Mr Davutoğlu vs Prime Minister Davutoğlu: A draw
Had they come across each other as ideological adversaries, Ahmet Davutoğlu could have been one of Recep Tayyip Erdoğan’s political nemeses – had Mr. Davutoğlu’s devotion not been to anything other than the “dawa,” the Islamist political cause. His blind, romantic commitment to the dawa keeps him loyal to the man who, he believes, has advanced political Islam in Turkey and the former Ottoman lands, well, despite his excesses here and there. Therefore, disloyalty to that man will mean disloyalty to the dawa which, then, will mean a denial of his own raison d’être.
That is why many observers who thought that Mr. Davutoğlu’s war against Prime Minister Davutoğlu – in this columnist’s wording back in November 2014 – would either end up in victory or defeat. In fact, his eternal commitment to the dawa meant that there was a third option: A draw. Mr. Davutoğlu’s graceful exit from a realm he did not belong to, other than his Islamist ambitions, sealed his honesty along with his naïve commitment to the idea of “dawa über alles.”
For about 20 months, Mr. Davutoğlu had to fight one of the world’s most violent “mental civil wars,” having, constantly, to zigzag between his innocent self and the “dawa über alles.” He was always under the spotlight, sometimes perhaps annoying his boss too much. He was the unlucky man of a losing or, rather, not winning, war. Hence, the draw.
The incompatibility between Mr. Davutoğlu and Prime Minister Davutoğlu was all too transparent even in the early days of his rise to the theoretical seat of prime minister. Barely two-and-a-half months into the job, on Oct. 17, 2014, Mr. Davutoğlu, the fair-minded human being, said the system of paid exemption from military service would be halted because it was unfair. (“We cannot allow a system where the poor boy is drafted and the son of the rich man is exempted because he can pay for it,” said Mr. Davutoğlu the human being.)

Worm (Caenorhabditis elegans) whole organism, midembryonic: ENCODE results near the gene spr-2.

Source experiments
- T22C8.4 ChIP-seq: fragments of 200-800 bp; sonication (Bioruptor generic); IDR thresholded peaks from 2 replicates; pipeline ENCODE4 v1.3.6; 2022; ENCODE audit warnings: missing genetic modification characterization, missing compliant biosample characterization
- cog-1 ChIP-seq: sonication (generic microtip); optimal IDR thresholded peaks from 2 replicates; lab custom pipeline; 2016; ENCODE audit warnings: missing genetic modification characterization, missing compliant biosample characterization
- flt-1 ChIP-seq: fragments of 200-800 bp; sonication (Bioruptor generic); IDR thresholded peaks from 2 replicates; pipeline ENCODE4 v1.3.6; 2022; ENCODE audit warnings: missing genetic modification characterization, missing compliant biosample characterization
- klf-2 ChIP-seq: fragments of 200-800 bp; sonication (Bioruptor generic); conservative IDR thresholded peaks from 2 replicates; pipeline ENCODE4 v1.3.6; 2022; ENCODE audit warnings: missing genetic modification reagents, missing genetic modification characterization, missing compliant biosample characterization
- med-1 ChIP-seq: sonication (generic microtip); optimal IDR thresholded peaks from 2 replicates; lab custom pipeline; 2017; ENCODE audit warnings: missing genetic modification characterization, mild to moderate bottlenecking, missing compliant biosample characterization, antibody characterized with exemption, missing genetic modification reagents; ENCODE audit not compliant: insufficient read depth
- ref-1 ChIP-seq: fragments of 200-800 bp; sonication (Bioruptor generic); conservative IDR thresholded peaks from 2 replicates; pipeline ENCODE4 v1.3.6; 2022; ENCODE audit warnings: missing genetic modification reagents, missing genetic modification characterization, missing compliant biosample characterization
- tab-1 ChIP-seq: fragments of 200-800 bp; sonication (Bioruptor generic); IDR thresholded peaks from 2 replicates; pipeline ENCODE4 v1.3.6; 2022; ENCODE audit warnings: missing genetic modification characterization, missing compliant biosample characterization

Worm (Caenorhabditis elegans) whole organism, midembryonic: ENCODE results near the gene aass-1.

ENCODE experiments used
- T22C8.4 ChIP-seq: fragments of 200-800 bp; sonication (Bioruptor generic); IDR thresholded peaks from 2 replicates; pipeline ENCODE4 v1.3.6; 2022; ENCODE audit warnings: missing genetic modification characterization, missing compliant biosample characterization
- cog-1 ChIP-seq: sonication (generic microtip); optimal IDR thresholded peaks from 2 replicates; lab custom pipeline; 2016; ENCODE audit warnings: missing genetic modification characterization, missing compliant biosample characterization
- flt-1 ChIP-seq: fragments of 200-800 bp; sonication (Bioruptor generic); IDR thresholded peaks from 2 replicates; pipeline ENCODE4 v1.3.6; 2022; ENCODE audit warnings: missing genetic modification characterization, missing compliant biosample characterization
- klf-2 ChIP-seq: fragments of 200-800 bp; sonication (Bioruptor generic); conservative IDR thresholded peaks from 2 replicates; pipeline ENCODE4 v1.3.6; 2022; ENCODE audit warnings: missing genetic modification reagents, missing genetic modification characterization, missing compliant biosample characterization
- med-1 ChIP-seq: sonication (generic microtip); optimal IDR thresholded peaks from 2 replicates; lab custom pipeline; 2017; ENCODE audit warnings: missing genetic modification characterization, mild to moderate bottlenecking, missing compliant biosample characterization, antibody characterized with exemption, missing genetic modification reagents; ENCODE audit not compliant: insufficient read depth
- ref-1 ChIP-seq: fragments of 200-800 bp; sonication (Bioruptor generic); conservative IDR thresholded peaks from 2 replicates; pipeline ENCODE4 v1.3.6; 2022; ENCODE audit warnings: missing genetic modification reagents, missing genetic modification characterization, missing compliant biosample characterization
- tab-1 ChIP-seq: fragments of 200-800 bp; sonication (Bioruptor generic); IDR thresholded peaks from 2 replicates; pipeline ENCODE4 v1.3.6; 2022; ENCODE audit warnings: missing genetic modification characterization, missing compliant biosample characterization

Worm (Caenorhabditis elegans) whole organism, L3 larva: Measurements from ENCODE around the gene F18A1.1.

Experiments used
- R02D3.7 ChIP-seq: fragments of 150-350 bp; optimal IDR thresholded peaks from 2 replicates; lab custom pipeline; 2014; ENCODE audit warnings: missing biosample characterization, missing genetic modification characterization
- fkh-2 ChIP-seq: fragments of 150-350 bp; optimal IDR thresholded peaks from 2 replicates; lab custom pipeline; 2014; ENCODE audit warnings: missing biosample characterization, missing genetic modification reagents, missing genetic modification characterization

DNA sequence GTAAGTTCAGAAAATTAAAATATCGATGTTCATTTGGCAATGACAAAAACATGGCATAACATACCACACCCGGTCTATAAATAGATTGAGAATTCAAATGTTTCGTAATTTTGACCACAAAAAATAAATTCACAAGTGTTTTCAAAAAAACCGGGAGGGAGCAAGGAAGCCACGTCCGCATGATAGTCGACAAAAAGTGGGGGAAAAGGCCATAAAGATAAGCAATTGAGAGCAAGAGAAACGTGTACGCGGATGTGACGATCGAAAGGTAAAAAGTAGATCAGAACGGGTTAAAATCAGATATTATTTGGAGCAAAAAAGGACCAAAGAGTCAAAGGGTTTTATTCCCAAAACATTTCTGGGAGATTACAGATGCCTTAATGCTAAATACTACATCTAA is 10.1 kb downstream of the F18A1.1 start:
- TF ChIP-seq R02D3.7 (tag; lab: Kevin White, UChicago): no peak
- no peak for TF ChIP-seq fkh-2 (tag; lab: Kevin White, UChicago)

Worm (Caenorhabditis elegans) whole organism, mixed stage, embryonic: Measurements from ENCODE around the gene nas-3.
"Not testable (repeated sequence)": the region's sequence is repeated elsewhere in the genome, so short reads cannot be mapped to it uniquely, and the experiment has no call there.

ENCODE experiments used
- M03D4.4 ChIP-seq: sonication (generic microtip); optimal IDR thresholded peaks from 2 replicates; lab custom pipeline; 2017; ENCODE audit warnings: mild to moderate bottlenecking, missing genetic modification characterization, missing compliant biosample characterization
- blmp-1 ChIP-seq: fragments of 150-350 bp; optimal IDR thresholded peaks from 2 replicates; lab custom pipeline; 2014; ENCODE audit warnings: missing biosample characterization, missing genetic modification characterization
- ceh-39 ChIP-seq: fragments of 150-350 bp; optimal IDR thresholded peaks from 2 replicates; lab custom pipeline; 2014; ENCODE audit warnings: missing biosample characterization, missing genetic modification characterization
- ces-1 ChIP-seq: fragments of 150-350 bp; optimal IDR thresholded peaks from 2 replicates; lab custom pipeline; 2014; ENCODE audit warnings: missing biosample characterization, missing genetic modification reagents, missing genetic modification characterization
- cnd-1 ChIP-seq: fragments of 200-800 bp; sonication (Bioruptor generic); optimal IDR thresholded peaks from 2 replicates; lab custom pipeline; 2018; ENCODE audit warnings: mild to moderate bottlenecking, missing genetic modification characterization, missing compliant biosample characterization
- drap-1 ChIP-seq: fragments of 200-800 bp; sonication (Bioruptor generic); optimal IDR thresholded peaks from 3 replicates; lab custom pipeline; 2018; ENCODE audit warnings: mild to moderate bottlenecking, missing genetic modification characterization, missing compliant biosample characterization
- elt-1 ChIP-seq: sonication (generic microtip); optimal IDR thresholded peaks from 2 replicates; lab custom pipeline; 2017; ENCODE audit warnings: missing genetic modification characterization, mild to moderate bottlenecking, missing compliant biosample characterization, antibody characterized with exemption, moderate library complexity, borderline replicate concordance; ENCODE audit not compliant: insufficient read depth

On Nov. 15, Davutoğlu the prime minister said: “There is significant demand for paid exemption [from conscription]. We are assessing the situation in view of producing a solution for the hundreds of thousands of citizens who have passed beyond the practicable age of conscription.”
What may have happened in a span of 28 days? What may have made him swallow his powerful words on what is fair and what is not? Everyone knew the answer, including, eventually, Mr. Davutoğlu.
All the same his childish optimism that “he would one day unite the ummah under the imperial Turkish banner” kept up Prime Minister Davutoğlu’s fight against Mr. Davutoğlu. For his part, Mr. Davutoğlu had to endure the inner torment of declaring war on public extravaganza one day, and having to sign papers the next day for his boss’s $800 million bill for a palace and a new jet.
But why the torment? Dawa über alles: “I am a gift for the advancement of Turkey. To further advance my goals I must remain the prime minister. To remain the prime minister I must ignore relatively minor practices that both ethically and religiously go against my other self,” said Davutoğlu the human being. After all, what my beloved country will gain from my premiership will be immeasurably more than a few things going wrong or unfair.”
As Dexter Filkins wrote in the New Yorker after Mr/Prime Minister Davutoğlu’s decision to quit: “It’s an old story: the loyal satrap, who makes a career for himself by faithfully snarling at his master’s critics, finally gets thrown overboard himself.” That’s true. From the first day, Mr. Davutoğlu campaigned – especially in two elections last year – for votes to end his own political career. Ironically, he succeeded.
Mr. Filkins says that we should not shed too many tears for Mr. Davutoğlu. Maybe. But we can shed some tears because his farewell is not good news for Turkey.